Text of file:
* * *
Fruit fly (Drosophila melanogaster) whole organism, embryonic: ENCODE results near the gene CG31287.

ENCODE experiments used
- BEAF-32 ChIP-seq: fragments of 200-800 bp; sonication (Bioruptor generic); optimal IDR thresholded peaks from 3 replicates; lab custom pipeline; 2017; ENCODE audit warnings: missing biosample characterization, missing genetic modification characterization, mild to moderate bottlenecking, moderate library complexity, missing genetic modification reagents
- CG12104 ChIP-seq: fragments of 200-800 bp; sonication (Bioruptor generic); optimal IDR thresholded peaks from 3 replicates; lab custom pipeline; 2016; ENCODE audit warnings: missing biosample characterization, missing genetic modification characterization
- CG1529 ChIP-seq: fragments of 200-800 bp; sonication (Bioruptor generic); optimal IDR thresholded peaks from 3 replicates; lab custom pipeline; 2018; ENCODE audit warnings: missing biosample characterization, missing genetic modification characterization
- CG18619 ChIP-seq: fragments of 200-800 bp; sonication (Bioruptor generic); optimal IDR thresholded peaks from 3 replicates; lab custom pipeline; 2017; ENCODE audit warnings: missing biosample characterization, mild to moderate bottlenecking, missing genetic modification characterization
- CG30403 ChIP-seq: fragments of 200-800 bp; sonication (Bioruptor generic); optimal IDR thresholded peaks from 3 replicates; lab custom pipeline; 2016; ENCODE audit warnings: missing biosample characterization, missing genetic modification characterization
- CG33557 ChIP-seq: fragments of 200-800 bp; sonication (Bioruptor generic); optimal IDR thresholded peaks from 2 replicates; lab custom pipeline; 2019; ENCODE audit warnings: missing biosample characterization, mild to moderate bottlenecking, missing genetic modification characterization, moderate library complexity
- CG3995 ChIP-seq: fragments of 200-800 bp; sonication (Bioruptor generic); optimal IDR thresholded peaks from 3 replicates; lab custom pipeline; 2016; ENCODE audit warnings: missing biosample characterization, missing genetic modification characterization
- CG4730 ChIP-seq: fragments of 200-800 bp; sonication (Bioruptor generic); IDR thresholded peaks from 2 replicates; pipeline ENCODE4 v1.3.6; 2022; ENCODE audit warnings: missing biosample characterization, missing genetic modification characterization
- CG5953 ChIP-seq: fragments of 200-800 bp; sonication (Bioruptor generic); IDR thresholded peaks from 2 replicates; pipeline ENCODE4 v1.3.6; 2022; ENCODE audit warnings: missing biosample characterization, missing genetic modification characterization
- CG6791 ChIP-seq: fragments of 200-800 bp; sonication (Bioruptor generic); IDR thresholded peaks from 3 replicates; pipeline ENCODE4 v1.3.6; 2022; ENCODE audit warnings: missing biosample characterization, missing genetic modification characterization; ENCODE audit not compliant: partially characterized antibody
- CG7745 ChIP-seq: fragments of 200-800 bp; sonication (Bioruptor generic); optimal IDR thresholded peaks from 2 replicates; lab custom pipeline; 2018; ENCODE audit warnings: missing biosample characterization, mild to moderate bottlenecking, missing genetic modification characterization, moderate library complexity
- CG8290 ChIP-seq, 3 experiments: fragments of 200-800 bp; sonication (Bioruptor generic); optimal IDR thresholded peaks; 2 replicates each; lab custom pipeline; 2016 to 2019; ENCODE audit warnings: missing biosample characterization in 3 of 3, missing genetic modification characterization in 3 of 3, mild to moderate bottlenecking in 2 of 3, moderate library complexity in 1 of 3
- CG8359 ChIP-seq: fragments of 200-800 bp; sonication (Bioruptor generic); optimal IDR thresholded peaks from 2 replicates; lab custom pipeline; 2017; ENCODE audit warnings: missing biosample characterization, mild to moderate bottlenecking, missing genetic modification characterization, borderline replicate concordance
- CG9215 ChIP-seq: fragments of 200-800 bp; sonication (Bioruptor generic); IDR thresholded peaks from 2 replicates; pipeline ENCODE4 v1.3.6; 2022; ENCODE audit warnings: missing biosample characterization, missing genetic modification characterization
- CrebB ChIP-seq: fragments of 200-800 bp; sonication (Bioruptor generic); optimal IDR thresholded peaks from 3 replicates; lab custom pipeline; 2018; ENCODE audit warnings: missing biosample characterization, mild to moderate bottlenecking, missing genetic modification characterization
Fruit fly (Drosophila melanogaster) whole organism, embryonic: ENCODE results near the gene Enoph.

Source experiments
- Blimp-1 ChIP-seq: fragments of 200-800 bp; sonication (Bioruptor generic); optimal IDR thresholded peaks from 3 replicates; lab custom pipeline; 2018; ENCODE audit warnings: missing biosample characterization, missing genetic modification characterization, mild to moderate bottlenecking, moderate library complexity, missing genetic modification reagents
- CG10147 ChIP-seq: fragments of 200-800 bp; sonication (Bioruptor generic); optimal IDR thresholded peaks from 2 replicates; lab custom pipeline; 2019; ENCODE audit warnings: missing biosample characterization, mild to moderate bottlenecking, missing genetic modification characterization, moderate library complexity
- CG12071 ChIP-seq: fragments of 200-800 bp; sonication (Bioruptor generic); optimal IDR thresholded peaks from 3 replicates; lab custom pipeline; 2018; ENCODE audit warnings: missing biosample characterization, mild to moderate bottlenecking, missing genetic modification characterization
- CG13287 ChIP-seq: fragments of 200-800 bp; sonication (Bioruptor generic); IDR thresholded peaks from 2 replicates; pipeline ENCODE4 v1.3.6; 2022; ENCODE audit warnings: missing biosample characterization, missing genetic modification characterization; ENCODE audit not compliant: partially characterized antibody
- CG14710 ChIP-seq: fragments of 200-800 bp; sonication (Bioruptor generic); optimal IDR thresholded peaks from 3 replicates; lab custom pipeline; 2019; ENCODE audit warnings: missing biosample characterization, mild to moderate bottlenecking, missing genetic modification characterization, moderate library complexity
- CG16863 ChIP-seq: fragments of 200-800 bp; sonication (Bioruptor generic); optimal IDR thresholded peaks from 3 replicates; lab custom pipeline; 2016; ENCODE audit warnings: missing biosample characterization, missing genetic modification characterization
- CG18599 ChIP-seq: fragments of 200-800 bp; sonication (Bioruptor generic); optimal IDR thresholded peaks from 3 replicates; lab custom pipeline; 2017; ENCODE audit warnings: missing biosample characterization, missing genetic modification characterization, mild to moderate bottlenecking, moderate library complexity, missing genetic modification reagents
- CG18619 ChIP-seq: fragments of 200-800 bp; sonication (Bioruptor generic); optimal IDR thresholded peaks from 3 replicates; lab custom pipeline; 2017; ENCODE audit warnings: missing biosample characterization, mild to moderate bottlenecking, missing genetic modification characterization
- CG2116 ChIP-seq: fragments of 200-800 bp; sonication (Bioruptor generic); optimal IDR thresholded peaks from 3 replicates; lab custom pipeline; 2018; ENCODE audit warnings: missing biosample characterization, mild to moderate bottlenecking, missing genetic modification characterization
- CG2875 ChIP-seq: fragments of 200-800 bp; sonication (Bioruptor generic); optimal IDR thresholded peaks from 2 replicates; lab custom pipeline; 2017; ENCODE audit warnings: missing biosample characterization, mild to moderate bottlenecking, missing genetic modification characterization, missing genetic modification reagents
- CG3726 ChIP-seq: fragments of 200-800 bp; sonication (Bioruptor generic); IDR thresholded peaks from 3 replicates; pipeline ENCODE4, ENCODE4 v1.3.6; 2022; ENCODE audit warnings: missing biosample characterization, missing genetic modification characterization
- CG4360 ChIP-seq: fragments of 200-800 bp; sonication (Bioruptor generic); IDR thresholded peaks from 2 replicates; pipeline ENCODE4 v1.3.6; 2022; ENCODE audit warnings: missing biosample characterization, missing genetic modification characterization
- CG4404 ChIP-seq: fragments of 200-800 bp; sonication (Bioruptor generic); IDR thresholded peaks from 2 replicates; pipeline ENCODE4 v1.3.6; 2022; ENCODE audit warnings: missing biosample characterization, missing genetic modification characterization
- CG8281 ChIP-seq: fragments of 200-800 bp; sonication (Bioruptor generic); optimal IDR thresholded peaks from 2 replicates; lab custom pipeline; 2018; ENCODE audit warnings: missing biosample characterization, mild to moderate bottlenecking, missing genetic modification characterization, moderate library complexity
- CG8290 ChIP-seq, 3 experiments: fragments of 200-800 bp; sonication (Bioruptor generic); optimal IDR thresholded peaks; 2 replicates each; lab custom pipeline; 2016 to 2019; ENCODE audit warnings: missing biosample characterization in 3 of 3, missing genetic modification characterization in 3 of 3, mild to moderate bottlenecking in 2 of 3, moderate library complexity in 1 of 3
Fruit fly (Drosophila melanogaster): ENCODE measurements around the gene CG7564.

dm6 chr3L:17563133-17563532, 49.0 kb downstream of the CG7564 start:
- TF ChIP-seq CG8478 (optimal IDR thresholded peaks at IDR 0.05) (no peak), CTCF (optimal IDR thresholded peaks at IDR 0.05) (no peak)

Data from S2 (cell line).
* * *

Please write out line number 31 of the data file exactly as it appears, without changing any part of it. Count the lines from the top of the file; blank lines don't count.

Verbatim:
- CG4360 ChIP-seq: fragments of 200-800 bp; sonication (Bioruptor generic); IDR thresholded peaks from 2 replicates; pipeline ENCODE4 v1.3.6; 2022; ENCODE audit warnings: missing biosample characterization, missing genetic modification characterization